HERNANDO, Mississippi -- The man convicted of shooting and killing two people in a Southaven Walmart in 2019 was sentenced to death by a DeSoto County jury Friday afternoon.
Martez Abram was convicted Thursday on two counts of capital murder and one count of attempted murder. The charges stem from a July 2019 shooting that left two Walmart employees dead and a Southaven police officer injured.
Prosecutors asked the jury to sentence Abram to death, a task that would require a unanimous vote in support. The defense requested the jury to issue a life sentence without the possibility of parole, citing mitigating circumstances to Abram's mental health at the time of the shooting. However, the jury returned and unanimously sentenced Abram to death.
The jury deliberated for just over 50 minutes while deciding to convict Abram, but the deliberations over what his sentence should be took place over the course of almost three hours. They unanimously sent him to death for the killing of 40-year-old Anthony Brown and 38-year-old Brandon Gales.
The jury also found Abram should serve a life sentence for the attempted murder conviction. A judge will formally sentence Abram on a future date.
"The question of guilt, I don't think, was ever an issue," 17th Circuit Court District Attorney Robert R. Morris said after the jury returned its verdict. "I do think that the heavier issue was whether or not to apply the death penalty. And so I'm actually I'm glad they took that long because I do feel like justice was done. It was the right result. And I think they gave due consideration to the evidence from both sides...I'm actually glad that [the jury] took that long, because it shows me that they didn't rush to judgment."
Abram, who will join 36 others on Mississippi's death row, was a Walmart employee himself, working for the grocer for about 20 years, according to a company spokesman.
During the trial, prosecutors said Abram also set fire to the store during the incident. They also said that after he was arrested, following being shot by an officer, an AK47 rifle was found. Officials said police were at the Walmart within three minutes and, Major Seth Kern of the Southaven Police Department said, had Abram reached the rifle, "the AK47 would have cut us in half at that distance."
Abram did not have a criminal history prior to the July 30 shooting, a fact his attorney, John Keith Perry, Jr., cited as a reason for him to not be sentenced to death.
Abram's younger sister, Monique Abram, spoke at the sentencing hearing on behalf of her brother, detailing him pulling away from family to the point where he did not stop to see her when she approached him at the Walmart one time.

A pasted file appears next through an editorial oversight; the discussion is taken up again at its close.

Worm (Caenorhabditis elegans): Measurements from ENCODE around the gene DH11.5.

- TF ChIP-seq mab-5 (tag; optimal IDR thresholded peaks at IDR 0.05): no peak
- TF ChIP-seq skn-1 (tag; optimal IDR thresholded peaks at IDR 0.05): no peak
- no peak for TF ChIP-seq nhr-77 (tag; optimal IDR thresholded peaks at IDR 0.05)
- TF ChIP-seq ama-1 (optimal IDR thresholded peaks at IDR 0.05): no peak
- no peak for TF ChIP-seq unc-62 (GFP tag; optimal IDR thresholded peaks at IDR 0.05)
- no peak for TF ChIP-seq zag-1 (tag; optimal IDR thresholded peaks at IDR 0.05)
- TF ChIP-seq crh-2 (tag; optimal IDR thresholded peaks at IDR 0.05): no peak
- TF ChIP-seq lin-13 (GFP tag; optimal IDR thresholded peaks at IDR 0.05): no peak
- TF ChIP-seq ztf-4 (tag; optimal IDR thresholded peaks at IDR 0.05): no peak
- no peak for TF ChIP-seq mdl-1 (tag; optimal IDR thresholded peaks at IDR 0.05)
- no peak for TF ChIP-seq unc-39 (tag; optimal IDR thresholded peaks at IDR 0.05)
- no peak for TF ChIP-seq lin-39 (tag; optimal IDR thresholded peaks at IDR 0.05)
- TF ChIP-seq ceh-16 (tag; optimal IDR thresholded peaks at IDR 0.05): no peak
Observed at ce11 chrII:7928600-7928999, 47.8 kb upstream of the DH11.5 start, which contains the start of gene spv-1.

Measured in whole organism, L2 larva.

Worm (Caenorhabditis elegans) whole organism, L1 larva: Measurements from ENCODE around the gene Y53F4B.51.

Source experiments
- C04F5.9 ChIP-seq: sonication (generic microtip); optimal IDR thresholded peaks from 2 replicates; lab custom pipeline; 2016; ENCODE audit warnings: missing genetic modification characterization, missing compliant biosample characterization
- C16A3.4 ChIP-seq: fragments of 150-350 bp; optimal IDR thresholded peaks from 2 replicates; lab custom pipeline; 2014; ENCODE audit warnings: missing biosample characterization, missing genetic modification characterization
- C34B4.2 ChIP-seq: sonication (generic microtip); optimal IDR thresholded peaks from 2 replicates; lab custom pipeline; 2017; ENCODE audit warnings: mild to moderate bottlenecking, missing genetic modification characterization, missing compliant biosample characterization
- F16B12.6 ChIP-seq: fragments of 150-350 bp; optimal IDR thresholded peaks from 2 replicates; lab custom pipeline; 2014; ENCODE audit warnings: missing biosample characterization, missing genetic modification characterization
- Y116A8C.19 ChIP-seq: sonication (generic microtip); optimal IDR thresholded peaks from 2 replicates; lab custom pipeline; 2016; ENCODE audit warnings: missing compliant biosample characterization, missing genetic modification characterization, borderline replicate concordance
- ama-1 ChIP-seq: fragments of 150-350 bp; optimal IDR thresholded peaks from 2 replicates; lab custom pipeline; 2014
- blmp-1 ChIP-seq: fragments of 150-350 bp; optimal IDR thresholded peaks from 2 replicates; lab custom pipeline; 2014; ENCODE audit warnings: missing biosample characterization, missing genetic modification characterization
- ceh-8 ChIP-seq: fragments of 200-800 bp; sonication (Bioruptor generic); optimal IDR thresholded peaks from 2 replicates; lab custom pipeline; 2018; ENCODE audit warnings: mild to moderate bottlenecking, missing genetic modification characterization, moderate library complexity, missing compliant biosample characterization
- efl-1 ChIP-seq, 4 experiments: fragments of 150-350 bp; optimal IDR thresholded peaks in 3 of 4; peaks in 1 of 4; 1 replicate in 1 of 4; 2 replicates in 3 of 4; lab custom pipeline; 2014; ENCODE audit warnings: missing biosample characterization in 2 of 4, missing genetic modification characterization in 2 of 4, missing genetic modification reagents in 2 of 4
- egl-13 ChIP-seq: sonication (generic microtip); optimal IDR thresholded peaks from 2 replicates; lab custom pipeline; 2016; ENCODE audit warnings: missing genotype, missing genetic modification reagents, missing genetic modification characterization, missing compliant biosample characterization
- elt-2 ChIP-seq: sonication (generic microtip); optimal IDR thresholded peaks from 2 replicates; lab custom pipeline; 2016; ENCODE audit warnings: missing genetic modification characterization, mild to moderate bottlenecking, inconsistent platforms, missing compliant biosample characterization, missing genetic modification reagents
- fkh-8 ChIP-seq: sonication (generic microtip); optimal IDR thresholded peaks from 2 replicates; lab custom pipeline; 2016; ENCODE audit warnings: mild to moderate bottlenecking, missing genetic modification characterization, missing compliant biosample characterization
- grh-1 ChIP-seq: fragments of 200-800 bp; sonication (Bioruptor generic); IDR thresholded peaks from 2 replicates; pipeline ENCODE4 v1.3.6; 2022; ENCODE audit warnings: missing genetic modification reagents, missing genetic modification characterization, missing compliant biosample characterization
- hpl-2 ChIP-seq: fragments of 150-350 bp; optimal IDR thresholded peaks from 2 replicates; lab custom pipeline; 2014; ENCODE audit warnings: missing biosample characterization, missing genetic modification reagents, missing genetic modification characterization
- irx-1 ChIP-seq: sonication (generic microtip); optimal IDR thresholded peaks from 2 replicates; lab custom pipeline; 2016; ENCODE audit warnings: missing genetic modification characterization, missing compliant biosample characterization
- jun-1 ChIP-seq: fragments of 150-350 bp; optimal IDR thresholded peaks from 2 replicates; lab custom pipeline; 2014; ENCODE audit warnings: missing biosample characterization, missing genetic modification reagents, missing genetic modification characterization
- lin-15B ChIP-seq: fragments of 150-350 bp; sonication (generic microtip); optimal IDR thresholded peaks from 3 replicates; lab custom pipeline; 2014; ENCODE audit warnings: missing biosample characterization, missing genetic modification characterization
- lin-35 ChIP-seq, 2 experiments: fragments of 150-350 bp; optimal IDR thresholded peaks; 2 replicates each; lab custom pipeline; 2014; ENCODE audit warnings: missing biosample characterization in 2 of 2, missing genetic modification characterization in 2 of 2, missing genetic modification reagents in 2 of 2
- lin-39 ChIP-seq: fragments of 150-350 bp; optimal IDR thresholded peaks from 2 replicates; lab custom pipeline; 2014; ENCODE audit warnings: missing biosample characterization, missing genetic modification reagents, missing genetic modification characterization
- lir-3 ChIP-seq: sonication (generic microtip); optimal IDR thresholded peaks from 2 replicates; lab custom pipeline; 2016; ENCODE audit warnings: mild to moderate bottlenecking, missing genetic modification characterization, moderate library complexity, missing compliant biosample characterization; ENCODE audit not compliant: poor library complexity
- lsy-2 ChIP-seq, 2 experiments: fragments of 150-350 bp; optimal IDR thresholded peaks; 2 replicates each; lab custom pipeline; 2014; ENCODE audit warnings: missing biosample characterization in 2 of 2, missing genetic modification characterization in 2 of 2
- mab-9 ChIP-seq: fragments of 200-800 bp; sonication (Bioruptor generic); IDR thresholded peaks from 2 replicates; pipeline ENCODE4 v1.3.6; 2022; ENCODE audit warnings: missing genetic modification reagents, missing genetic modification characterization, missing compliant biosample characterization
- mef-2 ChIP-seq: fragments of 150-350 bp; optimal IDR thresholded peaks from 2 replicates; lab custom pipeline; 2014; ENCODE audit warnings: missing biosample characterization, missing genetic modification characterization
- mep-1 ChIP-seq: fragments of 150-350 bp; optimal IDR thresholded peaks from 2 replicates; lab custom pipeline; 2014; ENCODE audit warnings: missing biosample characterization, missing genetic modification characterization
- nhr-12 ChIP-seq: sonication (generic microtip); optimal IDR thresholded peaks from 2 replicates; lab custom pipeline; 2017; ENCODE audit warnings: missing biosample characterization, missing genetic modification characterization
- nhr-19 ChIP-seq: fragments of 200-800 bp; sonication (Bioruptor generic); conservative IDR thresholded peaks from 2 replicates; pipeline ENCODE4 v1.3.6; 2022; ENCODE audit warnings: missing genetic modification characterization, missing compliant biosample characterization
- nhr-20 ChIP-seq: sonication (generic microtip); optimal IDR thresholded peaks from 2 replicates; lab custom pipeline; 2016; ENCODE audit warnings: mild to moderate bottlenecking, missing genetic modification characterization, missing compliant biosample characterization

"I saw [Martez Abram] walking down the aisle and I smiled, but he walked by me like he didn't know me," Monique Abram said. "I did what I thought was best and left him alone. I feel like maybe I should've put forward more of an effort. I just knew he wouldn't talk to me. He pushed us away."
Monique Abram also said her brother was very different from the one she knew growing up, saying, "This was not the brother I was raised with. This was not the brother my parents raised."
Family members of the victims also spoke during Friday afternoon's proceedings, talking about how they have been since the shooting that killed Brown and Gales.
"He couldn't say anything bad about Brandon, but he still chose to take his life," said Tracy Tucker Norman, who testified on behalf of the Gales family. "I don't understand his reasoning for doing what he did…but God requires us to forgive you for what you did, but with prayer over time, we were able to forgive you for what you've done. We ask this court to punish him to the fullest extent of the law."
After the proceedings were over, multiple family members met with Morris, where he reflected on the unfortunate circumstances that brought them all together, but let them know he wanted to remain in their lives long after the case has seen its last day in court.
"it's been unfortunate that we had to meet under the circumstances, but I was very pleased to have provided them the service that they needed, which was to prosecute the case, to see to it that justice was done," he said. "I advised them that I'm not done being in their life and I hope they will remain in mine, because we have become friends. So, you know, it's this is a bittersweet situation. None of those people in there want to cause harm, but it had to happen."
Lucas Finton is a news reporter with The Commercial Appeal. He can be reached at Lucas.Finton@commercialappeal.com and followed on Twitter @LucasFinton.
This article originally appeared on Memphis Commercial Appeal: Man sentenced to death in 2019 Walmart shooting